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Paul Robeson

The life and times of the actor, singer and human rights activist from America who had a particular affinity with Wales and the Welsh.

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Robeson's early life




Paul Leroy Robeson, the youngest of five children, was born on 9 April 1898 in Princeton, New Jersey to the Rev. William Drew Robeson and Maria Louisa Bustill Robeson.  His father was born into slavery. His mother, a teacher, died when he was only five years old. The America of Robeson’s youth held little opportunity for young blacks but Robeson’s upbringing taught him how important it was to be treated fairly and to never give up.



In his Somerville New Jersey High School, Robeson was an outstanding student excelling in sports, drama, singing, academics, and debating. But he learned early that while his great talents could win him respect and applause, they did not bring full acceptance. One of his early teachers said about his famous student:



“He is the most remarkable boy I have ever taught, a perfect prince. Still, I can’t forget that he is a Negro.”



Robeson won a scholarship to Rutgers College, New Jersey in 1915. Despite the openly racist and violent opposition he faced, Robeson became a brilliant athlete excelling in baseball, basketball, football, and track.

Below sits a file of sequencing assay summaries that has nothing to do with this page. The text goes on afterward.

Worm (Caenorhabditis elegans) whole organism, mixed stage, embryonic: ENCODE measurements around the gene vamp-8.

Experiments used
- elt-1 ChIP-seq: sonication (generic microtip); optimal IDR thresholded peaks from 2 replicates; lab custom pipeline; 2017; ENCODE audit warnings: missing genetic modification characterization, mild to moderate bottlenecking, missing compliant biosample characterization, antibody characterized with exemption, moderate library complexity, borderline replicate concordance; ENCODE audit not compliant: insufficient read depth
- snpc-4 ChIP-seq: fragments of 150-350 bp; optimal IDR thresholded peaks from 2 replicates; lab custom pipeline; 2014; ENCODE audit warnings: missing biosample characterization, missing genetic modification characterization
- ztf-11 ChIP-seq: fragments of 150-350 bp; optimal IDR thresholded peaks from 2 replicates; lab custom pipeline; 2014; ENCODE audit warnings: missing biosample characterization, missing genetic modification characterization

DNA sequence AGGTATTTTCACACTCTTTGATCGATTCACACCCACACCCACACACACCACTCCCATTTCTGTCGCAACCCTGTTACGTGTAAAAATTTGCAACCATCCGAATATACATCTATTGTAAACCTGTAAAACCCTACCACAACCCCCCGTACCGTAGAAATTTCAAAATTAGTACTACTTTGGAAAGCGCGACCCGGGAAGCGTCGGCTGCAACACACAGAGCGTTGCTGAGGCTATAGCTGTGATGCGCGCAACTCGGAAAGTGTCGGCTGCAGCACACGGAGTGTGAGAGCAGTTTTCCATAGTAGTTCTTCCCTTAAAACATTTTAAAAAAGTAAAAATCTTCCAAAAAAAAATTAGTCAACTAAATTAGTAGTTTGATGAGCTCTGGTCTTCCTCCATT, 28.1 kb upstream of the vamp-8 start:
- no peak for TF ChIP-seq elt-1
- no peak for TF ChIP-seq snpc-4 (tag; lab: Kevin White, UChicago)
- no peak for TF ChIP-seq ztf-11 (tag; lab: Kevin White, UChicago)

College and Acting




He went on to study law at Columbia New York and received his degree in 1923. There he met and married Eslanda Cardozo Goode, who was the first black woman to head a pathology laboratory.  Robeson worked as a law clerk in New York, but once again faced discrimination and soon left the practice because a white secretary refused to take dictation from him.



Robeson returned to his childhood love of drama and singing. He starred in Eugene O'Neill's All God's Chillun Got Wings in 1924, creating the starring role.  While the racial subject matter of the play spurred controversy and protest, he went on to star in another play by O'Neill - Emperor Jones.  He is most widely recognized from the musical Showboat, where he changed the lines of the song "Old Man River". His eleven films included Body and Soul, Jericho, and ProudValley, made in Wales. 




Robeson's first visit to Wales




From his first accidental meeting with Welsh miners in Londonin 1929, Paul Robeson felt a strong affinity with Wales.  He saw a culture built around the values of community, work and chapel, and a musical and performance tradition born out of struggle and oppression.  



Robeson visited Walesmany times. He toured South Walesin the 1930s, performing concerts at Aberdare and Mountain Ash. He captured the sympathy of the miners of Waleswhen he sang in Jack Jones, a 1939 film ProudValleywith Rachel Thomas, as the character David Goliath.  In 1949, Robeson said “There is no place in the world I like more than Wales.”